Education And Technology Have A Pending Task
Two years ago, I did not even remotely imagine that the education sector, in the broad sense of the word (from nursery to higher), would be transformed in such a short time and worldwide thanks to technology and would become an environment Where you can give hybrid classes with students in the classroom and online anywhere in the world, energizing activities with measurable interactions in real-time and collaborating through tools to work as a team regardless of whether you are in the classroom or not.
Indeed, many of the technologies and methodologies I speak of are not new in the education sector, but their use was limited and segmented; however, as in many other industries, COVID19 unleashed a comprehensive, unexpected digital transformation unstoppable. That said, we are still far from this technological integration in the classroom being transparent and fluid. In many cases, it feels incomplete, unnatural, almost like an emergency resource … a patch that has been put on by the pandemic but will disappear in a few months. The reality is that we still have many pending tasks.
The objective of integrating technology and education is to create learning environments more aligned with the needs and skills requested in the current market, more personalized to the rhythm and conditions of each student, without geographical barriers, with immediate detection of areas for improvement, more inclusive and collaborative and more experiential and practical.
This vision of the future of education has promoted for several years a series of methodologies/technologies that step by step has gained ground within the classroom and that today we see little by little as a reality, for example, virtual reality (VR), personalized education, open online courses (MOOC), flipped classrooms, b-learning (blended learning) or the complimentary use of AI and robots in the sessions.
Areas In Which The Use Of Technology In Education Has Effects
1) Academic- because it allows improving teaching/learning processes using, on the one hand, technologies to create better educational materials, SAAS platforms for self-learning and collaboration or mobile applications for real-time interaction and, on the other hand, using data generated in the sessions that allow you to understand better students, their interactions and the areas where they require more support or customization.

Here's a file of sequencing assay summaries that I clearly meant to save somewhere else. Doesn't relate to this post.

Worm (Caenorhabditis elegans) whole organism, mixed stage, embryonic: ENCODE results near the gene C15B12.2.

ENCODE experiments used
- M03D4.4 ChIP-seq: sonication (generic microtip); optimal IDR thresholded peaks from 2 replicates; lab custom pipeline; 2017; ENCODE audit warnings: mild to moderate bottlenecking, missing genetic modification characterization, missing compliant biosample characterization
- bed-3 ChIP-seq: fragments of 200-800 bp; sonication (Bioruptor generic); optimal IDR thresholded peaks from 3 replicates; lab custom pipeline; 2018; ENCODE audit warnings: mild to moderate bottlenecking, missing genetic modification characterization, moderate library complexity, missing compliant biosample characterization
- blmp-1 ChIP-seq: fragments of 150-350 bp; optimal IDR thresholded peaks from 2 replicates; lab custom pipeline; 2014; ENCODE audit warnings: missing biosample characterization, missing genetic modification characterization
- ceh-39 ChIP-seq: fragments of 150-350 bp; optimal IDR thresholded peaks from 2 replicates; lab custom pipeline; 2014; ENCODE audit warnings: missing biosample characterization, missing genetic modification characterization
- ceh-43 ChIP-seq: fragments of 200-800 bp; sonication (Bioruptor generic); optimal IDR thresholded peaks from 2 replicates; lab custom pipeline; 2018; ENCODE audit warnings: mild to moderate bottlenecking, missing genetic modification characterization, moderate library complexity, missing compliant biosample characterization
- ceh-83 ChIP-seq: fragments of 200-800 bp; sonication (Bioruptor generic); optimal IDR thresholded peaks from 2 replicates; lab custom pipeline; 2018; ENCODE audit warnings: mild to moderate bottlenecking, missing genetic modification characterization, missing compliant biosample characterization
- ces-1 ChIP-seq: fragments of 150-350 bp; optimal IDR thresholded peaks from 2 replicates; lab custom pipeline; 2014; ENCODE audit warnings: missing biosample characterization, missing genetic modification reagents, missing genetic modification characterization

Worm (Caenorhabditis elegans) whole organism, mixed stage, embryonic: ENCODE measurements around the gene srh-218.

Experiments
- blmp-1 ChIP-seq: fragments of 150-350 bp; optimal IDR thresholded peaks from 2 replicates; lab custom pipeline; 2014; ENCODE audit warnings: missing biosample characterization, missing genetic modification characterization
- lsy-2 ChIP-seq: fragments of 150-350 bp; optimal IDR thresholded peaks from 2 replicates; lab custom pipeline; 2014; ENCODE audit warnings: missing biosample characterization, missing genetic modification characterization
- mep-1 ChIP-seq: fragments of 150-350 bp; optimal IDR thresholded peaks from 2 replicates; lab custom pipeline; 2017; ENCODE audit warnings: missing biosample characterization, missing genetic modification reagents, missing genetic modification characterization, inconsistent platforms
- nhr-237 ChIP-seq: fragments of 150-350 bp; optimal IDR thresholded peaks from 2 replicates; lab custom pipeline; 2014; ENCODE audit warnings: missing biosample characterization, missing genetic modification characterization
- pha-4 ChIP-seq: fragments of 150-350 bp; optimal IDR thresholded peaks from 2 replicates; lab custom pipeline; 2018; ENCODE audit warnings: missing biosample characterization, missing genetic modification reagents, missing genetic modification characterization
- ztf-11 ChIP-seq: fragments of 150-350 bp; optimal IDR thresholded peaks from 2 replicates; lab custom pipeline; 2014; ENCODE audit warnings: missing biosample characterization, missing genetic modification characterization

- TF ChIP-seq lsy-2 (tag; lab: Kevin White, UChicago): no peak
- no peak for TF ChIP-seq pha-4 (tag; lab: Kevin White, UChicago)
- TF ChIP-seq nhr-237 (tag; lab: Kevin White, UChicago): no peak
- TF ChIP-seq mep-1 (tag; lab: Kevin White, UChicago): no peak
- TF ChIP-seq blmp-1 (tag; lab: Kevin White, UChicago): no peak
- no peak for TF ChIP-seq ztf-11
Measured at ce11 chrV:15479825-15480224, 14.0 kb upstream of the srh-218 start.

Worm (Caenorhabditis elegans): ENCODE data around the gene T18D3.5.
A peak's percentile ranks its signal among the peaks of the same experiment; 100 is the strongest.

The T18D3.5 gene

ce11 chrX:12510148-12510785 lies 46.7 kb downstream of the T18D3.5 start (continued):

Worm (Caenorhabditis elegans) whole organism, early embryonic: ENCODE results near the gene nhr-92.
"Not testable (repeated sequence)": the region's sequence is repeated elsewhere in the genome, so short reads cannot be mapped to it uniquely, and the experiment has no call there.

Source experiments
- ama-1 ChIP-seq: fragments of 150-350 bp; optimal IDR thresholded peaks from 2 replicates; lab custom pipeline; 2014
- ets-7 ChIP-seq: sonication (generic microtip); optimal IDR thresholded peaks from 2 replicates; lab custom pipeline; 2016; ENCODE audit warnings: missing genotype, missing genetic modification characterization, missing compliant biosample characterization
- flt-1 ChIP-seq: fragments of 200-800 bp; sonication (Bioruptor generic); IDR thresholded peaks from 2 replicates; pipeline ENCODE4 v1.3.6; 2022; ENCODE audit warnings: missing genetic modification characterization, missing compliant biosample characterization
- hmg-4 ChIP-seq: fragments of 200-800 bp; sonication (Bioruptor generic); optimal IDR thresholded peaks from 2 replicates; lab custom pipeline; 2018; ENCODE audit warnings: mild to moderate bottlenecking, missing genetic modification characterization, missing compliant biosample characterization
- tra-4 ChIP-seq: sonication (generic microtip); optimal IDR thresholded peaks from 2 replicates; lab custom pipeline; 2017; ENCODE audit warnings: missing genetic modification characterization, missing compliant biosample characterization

2) Management – because it allows, on the one hand, to automate many of the processes such as admissions, collections, communications to students, taking attendance and grades through digital identification, and on the other hand, to reduce costs of physical materials such as books and photocopies, optimize physical classroom space with online students and improve access to materials and articles from the university’s database.
However, as much as technology exists and that the pandemic has forced a technological transformation never seen before in the sector, we are far from saying that we have obtained a 10/10 in our task. On the one hand, a very high number of students declare that online classes are not used in the same way or have the same quality as face-to-face sessions, and, on the other hand, a very high number of teachers reject it because they currently require much more time to study. Preparation and training, not counting the difficulty generated by technologies for teachers of advanced age or with few technological skills.
At this time, the pending task for the sector is to understand how technology should improve the teaching and learning experience to improve processes and methodologies by adapting to the new educational paradigm that we live in. There are several prominent examples, such as excessive hours in front of the screen or many teachers still teaching classes online by reading a powerpoint and in “masterclass” format for hours.
Suppose we want what we have achieved in these two years not only to last but to continue to evolve. In that case, it will be necessary for all the people involved in the sector, from teachers, managers, and institutions, to be aware of all these pending tasks and to focus their efforts is to improve them because, as always, the most challenging part of a digital transformation is never the technology but the people and processes.
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